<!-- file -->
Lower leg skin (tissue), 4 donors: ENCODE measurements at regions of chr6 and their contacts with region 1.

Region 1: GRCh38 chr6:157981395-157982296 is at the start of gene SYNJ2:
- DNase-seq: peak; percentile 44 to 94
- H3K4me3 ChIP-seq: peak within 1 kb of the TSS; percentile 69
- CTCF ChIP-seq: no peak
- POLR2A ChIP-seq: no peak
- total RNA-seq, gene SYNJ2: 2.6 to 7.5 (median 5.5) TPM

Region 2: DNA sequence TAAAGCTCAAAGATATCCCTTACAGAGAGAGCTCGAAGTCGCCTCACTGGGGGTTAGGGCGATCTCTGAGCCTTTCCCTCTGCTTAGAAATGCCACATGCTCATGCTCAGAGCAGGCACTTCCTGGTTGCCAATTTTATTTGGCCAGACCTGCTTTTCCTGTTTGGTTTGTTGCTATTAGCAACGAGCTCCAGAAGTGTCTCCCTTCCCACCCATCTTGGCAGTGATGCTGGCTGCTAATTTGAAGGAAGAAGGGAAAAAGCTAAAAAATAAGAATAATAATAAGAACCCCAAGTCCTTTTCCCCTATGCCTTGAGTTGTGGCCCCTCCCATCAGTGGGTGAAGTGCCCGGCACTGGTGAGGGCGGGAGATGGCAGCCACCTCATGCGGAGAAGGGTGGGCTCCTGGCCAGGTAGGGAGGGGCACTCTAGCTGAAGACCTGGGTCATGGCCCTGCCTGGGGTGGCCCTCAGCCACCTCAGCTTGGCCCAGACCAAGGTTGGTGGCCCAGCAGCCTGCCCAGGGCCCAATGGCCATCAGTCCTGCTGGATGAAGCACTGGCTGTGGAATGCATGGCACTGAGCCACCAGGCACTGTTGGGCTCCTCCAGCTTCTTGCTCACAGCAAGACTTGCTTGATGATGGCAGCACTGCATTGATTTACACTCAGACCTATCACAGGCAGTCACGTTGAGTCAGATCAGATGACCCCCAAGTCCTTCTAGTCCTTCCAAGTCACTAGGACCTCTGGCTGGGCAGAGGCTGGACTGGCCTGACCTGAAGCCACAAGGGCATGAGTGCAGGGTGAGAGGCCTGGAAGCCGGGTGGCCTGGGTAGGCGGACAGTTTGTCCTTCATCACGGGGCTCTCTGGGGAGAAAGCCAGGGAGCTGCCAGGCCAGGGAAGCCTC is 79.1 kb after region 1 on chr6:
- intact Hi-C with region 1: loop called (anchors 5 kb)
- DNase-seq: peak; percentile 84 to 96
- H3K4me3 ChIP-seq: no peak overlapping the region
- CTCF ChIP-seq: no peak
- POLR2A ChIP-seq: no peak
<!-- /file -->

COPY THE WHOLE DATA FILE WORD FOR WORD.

Lower leg skin (tissue), 4 donors: ENCODE measurements at regions of chr6 and their contacts with region 1.

Region 1: GRCh38 chr6:157981395-157982296 is at the start of gene SYNJ2:
- DNase-seq: peak; percentile 44 to 94
- H3K4me3 ChIP-seq: peak within 1 kb of the TSS; percentile 69
- CTCF ChIP-seq: no peak
- POLR2A ChIP-seq: no peak
- total RNA-seq, gene SYNJ2: 2.6 to 7.5 (median 5.5) TPM

Region 2: DNA sequence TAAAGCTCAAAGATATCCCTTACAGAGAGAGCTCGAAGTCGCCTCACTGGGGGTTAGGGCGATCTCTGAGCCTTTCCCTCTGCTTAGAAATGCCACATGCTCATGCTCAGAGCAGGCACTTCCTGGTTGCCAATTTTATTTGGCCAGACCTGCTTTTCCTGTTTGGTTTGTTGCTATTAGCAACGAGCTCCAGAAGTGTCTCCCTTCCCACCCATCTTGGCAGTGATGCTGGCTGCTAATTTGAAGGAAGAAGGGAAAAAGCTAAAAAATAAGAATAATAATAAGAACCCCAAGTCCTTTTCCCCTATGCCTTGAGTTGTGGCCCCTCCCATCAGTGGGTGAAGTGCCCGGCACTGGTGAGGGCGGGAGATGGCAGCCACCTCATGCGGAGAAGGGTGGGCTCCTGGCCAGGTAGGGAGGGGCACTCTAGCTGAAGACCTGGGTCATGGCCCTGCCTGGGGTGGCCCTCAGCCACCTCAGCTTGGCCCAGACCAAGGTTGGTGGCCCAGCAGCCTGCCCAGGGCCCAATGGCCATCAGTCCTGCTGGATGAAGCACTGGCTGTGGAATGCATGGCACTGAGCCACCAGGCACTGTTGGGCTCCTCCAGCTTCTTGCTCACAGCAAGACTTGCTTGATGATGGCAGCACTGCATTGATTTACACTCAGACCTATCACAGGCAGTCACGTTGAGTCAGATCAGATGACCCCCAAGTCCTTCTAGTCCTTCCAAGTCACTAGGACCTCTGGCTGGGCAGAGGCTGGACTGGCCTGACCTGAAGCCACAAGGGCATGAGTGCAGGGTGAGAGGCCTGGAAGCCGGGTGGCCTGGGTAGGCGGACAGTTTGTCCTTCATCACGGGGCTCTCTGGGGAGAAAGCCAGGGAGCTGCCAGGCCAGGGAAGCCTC is 79.1 kb after region 1 on chr6:
- intact Hi-C with region 1: loop called (anchors 5 kb)
- DNase-seq: peak; percentile 84 to 96
- H3K4me3 ChIP-seq: no peak overlapping the region
- CTCF ChIP-seq: no peak
- POLR2A ChIP-seq: no peak